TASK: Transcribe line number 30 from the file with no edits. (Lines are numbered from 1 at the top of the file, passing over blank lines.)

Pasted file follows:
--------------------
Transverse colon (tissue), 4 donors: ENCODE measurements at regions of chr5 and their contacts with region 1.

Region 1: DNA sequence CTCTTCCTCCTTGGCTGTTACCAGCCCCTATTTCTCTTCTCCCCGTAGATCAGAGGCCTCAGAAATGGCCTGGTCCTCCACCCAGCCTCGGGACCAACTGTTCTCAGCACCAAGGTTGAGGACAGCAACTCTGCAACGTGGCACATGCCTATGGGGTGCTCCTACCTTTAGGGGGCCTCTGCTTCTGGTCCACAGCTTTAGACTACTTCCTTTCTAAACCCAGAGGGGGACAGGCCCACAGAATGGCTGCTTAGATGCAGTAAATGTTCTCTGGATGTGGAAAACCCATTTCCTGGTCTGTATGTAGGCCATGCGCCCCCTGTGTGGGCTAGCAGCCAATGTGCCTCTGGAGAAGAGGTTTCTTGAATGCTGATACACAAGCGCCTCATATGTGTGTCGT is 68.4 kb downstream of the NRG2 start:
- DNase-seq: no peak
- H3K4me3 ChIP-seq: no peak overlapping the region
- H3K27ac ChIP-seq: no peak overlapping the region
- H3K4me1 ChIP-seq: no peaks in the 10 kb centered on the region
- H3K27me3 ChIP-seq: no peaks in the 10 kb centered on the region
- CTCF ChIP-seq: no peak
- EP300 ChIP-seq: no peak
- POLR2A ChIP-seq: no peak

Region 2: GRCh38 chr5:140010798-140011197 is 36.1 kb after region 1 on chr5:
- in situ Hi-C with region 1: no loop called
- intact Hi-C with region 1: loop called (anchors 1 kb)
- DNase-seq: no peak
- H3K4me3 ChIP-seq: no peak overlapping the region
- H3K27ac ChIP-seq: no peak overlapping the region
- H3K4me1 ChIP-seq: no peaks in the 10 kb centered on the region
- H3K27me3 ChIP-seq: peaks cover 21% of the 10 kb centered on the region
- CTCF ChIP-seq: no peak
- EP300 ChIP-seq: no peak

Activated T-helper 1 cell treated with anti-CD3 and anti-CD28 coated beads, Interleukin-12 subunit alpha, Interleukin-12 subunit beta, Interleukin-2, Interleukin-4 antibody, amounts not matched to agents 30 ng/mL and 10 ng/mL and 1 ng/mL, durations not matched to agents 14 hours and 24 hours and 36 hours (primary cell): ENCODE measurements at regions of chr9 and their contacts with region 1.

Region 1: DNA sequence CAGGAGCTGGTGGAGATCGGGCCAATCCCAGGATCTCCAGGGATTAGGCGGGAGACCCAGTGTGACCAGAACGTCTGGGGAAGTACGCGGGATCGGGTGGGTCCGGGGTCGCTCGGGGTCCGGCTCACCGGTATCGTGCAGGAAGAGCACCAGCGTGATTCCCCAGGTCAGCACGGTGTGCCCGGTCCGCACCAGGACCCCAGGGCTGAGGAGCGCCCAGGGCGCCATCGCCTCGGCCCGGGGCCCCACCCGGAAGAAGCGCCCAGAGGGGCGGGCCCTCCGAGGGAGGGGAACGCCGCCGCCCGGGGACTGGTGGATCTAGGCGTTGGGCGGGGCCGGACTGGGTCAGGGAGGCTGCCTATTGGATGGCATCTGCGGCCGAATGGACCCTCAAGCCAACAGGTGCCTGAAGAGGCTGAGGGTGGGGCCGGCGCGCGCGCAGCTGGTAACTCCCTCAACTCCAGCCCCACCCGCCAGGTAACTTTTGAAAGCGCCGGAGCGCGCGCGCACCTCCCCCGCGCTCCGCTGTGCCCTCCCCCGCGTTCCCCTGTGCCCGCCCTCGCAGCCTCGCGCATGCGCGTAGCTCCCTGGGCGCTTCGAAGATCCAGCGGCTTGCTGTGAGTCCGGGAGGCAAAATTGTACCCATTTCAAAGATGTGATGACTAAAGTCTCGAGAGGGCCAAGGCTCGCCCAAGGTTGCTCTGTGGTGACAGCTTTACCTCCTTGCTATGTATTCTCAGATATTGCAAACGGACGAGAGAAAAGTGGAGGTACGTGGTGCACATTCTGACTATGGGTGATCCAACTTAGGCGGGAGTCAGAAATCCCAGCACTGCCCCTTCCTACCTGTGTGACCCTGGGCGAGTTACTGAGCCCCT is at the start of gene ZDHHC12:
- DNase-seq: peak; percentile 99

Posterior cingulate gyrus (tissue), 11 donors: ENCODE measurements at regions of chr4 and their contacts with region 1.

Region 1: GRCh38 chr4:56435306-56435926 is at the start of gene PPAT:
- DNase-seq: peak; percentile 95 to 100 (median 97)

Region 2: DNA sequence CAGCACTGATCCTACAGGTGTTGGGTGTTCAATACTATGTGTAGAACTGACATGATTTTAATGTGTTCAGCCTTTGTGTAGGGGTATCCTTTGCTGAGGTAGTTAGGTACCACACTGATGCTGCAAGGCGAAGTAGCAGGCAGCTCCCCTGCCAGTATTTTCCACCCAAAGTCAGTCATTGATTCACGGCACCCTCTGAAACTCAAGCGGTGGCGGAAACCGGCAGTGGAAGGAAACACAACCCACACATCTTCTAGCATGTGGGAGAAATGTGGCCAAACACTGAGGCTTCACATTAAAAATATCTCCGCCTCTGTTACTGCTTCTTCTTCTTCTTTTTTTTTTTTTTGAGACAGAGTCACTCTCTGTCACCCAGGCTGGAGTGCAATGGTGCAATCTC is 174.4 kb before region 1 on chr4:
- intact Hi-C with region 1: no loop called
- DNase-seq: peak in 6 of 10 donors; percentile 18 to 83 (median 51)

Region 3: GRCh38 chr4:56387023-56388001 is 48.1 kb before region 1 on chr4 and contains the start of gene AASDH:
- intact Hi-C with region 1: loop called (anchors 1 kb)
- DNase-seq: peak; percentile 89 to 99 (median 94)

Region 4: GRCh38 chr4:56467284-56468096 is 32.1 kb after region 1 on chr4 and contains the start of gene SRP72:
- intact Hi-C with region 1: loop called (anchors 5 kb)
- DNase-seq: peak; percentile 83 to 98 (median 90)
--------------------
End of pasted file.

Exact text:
Region 3: GRCh38 chr4:56387023-56388001 is 48.1 kb before region 1 on chr4 and contains the start of gene AASDH: